The True American CowboyAs the twentieth century approached, America was experiencing a time of considerable expansion. All eyes were looking for ways to make the United States a larger, more powerful, and more efficient country. Because of this wave in American society, there was no movement given more devotion than the settling of the West. The range-cattle industry in its various aspects, and in its importance to the United States and particularly to the Great Plains, has been a subject of focus to Americans since its origin in the mid 1800’s.
This industry was rendered possible by such factors as vast sections of fertile land, the rise of heavy industry involving the great demand for beef, and projected commercial tributaries, such as railroad lines across the frontier. The West was turning toward the future – A future that held industrial promises of high monetary rewards as well as a valuable addition to a growing America. However, like any other industry, the West needed a labor force. Workers with special skills and qualities were necessary to support a booming new frontier. Previously untaught skills such as riding, roping, and branding could not simply be acquired by the average American. Athletic, rugged men were needed to settle the West.
However, these men also needed inborn courage and quick thinking to utilize these skills effectively. The general public, however, under the influence of decades of “Western” movies and television shows have created an imagery of these “men of the west” or “cowboys” that is extremely inaccurate. American society has come to regard these settlers as the purest and noblest Anglo-Saxons. In reality, a great portion of the work contributed towards the settling of the western frontier was performed by minorities, largely consisting of African Americans. Kenneth W. Porter has devoted his life to researching the truths about African-Americans in the West.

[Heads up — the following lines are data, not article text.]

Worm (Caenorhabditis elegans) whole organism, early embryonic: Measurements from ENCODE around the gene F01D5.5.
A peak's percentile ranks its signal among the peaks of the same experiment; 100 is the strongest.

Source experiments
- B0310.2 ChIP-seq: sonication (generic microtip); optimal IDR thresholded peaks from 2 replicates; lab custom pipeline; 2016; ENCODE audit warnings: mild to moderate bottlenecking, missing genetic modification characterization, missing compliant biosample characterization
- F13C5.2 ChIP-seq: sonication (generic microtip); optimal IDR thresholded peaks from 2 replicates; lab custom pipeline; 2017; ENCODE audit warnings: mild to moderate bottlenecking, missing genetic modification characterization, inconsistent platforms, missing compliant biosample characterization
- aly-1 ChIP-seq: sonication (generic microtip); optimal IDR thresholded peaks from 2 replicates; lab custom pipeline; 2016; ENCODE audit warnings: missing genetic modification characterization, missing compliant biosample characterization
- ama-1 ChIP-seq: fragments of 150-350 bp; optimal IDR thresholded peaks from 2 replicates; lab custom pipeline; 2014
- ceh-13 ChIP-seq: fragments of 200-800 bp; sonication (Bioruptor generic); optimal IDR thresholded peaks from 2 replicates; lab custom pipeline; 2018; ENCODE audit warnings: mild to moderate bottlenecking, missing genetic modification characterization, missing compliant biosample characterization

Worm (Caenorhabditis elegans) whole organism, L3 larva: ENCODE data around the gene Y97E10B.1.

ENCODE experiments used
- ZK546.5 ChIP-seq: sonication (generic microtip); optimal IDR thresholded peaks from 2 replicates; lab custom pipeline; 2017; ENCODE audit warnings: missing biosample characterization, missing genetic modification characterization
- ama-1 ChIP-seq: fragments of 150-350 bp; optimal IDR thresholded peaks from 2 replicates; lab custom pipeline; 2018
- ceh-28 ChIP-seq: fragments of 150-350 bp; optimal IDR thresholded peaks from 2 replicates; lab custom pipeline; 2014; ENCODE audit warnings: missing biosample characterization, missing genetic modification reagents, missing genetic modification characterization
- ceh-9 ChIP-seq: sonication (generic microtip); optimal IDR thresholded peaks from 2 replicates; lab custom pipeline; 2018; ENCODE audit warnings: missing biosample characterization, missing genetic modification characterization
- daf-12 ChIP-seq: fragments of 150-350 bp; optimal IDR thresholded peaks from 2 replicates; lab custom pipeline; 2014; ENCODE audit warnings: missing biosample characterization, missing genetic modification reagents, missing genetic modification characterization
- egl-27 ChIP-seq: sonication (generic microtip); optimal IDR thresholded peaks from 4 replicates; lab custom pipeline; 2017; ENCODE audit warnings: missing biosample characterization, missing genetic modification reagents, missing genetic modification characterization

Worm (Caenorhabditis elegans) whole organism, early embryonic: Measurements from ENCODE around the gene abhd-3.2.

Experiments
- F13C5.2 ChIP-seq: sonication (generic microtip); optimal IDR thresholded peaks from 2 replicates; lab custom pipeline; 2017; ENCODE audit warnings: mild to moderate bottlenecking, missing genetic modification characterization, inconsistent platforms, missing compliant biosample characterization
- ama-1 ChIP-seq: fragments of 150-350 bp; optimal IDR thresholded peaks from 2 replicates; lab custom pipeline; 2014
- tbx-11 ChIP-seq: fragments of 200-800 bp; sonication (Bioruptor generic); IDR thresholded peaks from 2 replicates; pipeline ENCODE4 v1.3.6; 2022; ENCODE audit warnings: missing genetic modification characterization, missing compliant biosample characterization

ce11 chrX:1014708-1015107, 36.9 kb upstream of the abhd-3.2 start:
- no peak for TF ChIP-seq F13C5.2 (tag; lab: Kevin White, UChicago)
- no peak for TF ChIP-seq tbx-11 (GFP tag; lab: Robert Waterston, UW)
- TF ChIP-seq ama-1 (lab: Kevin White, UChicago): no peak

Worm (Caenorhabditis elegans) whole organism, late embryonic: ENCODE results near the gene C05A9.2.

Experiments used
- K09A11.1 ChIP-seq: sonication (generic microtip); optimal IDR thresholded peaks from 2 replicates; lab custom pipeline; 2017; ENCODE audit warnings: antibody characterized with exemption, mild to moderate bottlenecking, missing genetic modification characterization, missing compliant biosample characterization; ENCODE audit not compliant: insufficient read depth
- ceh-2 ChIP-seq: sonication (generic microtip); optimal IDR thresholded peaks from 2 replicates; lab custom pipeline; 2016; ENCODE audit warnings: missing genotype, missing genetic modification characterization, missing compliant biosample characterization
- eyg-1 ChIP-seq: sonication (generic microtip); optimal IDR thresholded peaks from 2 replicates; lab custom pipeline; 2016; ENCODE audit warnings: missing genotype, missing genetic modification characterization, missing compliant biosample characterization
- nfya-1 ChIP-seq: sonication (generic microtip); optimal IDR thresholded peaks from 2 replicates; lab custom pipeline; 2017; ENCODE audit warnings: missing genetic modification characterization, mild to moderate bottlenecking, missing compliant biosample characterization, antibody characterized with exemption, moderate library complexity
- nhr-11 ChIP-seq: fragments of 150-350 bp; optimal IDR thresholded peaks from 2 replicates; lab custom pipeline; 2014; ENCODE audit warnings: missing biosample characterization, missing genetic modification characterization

He chronicles his findings in his book, The Negro on the American Frontier. Porter proves that the role of the black man during the settling of the of the land west of the Mississippi River that stretched from the Rio Grande to the Canadian border was crucial not only to the cattle industry, but to the entire country. In his findings, Porter reveals that the West was one of America’s first non-segregated territories, both physically and morally. This integration was a crucial step towards physical productivity as well as social productivity. During the great expansion of the West between 1866-1900 it is authoritatively estimated by General George W. Saunders of the Texas Trail Drivers Association that of the 50,000-75,000 cowboys who helped to created the West, 25 percent were black (Porter, 1971).